cord blood: to bank or not to bank?

We waited until (almost!) the last minute to even think about cord blood & tissue banking and it ended up being an option that worked well for us.

The day the baby is born, they will collect some of her remaining cord blood, as well as cord tissue, and it will be shipped off to a storage facility where we hope it will never have to be used. Based on our family histories, we decided it was worth the expense to have the backup plan for our little girl. While it is still a fairly new medical procedure, we hope that the instances for using cord blood and tissue to treat illnesses will only increase in our child’s lifetime.

We did A LOT of reading on this topic, and I want to stress that this should be a personal family decision – based on family health history, finances and beliefs. I do not think cord & tissue blood banking is necessary for everyone, but if it helps to bring peace of mind, it’s worth looking into. We also asked around to our friends who recently had children and it was about half who decided to go through with it. Of course, the argument is that our generation didn’t have it – and hey! We’re doing just fine! So really, don’t feel pressured either way.

A few things to note about cord and tissue blood banking...

First, there are options. You can choose to collect just the cord blood. Most of the medical research thus far has been done using cord blood to fight illnesses – with great results! A newer option is to also collect the cord tissue, which I understand doctors are testing to treat other things like genetic disorders, sports injuries, and other stem cell-type issues. (Not a doctor here, people… just giving you my layman’s terminology as best I know how!) Again, do your research and decide for yourself. I would consider myself a perpetual optimist who also finds all of this futuristic medical mojo quite interesting, so please take that into consideration when reading this. Just the idea that they might be able to one day solve currently “incurable” medical problems with my baby’s fetal tissue is REALLY COOL.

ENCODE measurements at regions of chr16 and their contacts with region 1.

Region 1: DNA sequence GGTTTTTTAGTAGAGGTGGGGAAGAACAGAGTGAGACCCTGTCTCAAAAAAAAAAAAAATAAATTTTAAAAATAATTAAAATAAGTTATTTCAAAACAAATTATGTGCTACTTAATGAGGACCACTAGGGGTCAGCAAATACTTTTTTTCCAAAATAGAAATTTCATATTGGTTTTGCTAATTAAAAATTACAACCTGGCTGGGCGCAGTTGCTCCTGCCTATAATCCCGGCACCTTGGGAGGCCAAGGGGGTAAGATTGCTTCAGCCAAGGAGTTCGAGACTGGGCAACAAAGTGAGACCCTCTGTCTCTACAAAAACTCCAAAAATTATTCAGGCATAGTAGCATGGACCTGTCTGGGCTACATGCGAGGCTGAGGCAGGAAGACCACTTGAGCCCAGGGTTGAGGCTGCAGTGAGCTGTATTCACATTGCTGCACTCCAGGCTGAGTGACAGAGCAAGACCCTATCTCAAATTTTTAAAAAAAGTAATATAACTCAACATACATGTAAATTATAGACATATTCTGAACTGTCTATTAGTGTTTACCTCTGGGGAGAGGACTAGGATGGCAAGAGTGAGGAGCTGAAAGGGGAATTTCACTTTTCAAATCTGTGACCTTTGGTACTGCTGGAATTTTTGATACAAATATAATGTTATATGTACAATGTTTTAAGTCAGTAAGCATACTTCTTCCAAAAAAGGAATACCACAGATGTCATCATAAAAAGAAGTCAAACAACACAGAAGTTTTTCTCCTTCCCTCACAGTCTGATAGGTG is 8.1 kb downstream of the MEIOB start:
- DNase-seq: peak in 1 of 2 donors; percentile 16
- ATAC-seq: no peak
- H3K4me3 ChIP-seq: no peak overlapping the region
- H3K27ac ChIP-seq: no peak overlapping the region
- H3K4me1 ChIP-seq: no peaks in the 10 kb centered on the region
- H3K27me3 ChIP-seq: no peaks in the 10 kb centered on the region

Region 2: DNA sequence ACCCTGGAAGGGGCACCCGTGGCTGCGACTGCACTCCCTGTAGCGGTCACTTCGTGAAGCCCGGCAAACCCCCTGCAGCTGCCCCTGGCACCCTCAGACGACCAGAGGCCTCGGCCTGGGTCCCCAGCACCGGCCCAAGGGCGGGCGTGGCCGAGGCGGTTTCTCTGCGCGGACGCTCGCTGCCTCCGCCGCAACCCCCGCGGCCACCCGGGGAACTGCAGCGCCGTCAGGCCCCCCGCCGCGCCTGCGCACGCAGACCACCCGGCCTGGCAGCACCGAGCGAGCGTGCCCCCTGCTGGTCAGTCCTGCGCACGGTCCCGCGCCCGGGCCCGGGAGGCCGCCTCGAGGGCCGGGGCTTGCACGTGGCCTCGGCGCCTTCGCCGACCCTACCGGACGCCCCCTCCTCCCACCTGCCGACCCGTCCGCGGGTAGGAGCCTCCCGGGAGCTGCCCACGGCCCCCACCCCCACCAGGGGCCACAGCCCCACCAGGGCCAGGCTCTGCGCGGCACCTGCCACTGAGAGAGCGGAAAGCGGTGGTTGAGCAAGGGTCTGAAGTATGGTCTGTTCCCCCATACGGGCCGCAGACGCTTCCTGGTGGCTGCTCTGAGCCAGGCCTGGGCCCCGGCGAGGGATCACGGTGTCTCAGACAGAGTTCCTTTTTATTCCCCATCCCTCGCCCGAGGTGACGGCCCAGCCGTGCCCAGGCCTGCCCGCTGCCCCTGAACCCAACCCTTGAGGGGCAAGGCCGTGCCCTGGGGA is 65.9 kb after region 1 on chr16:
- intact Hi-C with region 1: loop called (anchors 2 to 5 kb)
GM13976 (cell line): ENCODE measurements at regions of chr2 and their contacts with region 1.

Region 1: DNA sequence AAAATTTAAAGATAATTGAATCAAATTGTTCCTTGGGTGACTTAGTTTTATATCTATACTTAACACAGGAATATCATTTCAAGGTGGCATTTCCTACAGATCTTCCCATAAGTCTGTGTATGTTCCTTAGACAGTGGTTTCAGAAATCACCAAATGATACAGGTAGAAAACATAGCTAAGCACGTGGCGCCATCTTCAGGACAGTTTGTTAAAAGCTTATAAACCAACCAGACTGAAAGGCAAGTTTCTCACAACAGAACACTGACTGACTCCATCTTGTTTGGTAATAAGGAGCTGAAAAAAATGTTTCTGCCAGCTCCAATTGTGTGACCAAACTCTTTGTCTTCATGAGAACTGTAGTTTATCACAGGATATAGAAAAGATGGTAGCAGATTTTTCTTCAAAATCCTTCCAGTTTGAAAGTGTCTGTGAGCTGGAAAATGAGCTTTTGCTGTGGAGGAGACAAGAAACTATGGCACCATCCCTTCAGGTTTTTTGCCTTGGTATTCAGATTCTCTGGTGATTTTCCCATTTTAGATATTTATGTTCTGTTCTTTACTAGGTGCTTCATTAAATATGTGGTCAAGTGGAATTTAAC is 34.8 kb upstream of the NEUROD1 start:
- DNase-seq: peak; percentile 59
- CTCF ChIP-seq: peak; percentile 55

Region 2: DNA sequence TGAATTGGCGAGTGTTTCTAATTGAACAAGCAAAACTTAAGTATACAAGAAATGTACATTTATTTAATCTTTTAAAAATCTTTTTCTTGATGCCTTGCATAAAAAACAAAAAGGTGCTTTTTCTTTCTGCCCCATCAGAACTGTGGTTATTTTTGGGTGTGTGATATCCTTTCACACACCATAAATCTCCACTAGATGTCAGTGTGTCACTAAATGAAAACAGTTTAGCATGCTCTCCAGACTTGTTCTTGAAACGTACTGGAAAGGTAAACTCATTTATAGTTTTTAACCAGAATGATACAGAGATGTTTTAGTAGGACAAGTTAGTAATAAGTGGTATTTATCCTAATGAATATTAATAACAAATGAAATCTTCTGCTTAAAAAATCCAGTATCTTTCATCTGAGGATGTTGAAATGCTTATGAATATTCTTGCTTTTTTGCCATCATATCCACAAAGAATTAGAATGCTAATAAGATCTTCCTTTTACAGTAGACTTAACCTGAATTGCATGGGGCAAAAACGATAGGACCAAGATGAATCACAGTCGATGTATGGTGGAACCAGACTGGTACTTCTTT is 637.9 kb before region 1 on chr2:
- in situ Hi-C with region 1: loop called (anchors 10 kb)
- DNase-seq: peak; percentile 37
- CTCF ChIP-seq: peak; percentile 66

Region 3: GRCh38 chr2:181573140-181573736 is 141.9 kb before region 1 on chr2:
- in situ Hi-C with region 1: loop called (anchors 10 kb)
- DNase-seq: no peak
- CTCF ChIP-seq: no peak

Second, keep in mind that this is something that can be done last minute. You can sign up and they can overnight a cord and tissue donation package that you simply bring in your hospital bag and hand off to medical staff before you deliver your baby. It really couldn’t be simpler. So, don’t stress. Do your research. Decide if it’s a viable option for your growing family. And enjoy the fact that regardless, there is going to be a little one here to accept all the love and kisses you can dish out, before you know it!



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